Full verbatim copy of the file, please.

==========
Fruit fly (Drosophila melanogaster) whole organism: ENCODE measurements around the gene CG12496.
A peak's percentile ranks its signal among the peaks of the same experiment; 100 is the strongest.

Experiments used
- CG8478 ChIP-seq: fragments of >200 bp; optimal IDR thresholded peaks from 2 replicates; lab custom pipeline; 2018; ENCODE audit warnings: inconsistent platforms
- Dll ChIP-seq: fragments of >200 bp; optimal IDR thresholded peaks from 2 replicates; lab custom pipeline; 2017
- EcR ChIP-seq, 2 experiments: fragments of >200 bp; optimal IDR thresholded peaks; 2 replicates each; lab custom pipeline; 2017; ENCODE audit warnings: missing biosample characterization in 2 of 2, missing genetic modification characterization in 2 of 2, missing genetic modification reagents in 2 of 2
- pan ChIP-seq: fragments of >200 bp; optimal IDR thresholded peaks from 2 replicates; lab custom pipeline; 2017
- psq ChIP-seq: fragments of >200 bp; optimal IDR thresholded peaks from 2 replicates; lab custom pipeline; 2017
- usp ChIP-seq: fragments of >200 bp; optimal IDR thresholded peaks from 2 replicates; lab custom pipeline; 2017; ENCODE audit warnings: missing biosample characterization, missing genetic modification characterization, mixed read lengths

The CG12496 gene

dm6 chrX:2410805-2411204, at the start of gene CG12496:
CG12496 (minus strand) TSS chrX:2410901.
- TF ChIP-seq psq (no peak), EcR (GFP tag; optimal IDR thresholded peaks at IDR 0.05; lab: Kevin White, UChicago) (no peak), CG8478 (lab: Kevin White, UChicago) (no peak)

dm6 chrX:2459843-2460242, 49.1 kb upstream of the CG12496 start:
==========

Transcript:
Fruit fly (Drosophila melanogaster) whole organism: ENCODE measurements around the gene CG12496.
A peak's percentile ranks its signal among the peaks of the same experiment; 100 is the strongest.

Experiments used
- CG8478 ChIP-seq: fragments of >200 bp; optimal IDR thresholded peaks from 2 replicates; lab custom pipeline; 2018; ENCODE audit warnings: inconsistent platforms
- Dll ChIP-seq: fragments of >200 bp; optimal IDR thresholded peaks from 2 replicates; lab custom pipeline; 2017
- EcR ChIP-seq, 2 experiments: fragments of >200 bp; optimal IDR thresholded peaks; 2 replicates each; lab custom pipeline; 2017; ENCODE audit warnings: missing biosample characterization in 2 of 2, missing genetic modification characterization in 2 of 2, missing genetic modification reagents in 2 of 2
- pan ChIP-seq: fragments of >200 bp; optimal IDR thresholded peaks from 2 replicates; lab custom pipeline; 2017
- psq ChIP-seq: fragments of >200 bp; optimal IDR thresholded peaks from 2 replicates; lab custom pipeline; 2017
- usp ChIP-seq: fragments of >200 bp; optimal IDR thresholded peaks from 2 replicates; lab custom pipeline; 2017; ENCODE audit warnings: missing biosample characterization, missing genetic modification characterization, mixed read lengths

The CG12496 gene

dm6 chrX:2410805-2411204, at the start of gene CG12496:
CG12496 (minus strand) TSS chrX:2410901.
- TF ChIP-seq psq (no peak), EcR (GFP tag; optimal IDR thresholded peaks at IDR 0.05; lab: Kevin White, UChicago) (no peak), CG8478 (lab: Kevin White, UChicago) (no peak)

dm6 chrX:2459843-2460242, 49.1 kb upstream of the CG12496 start: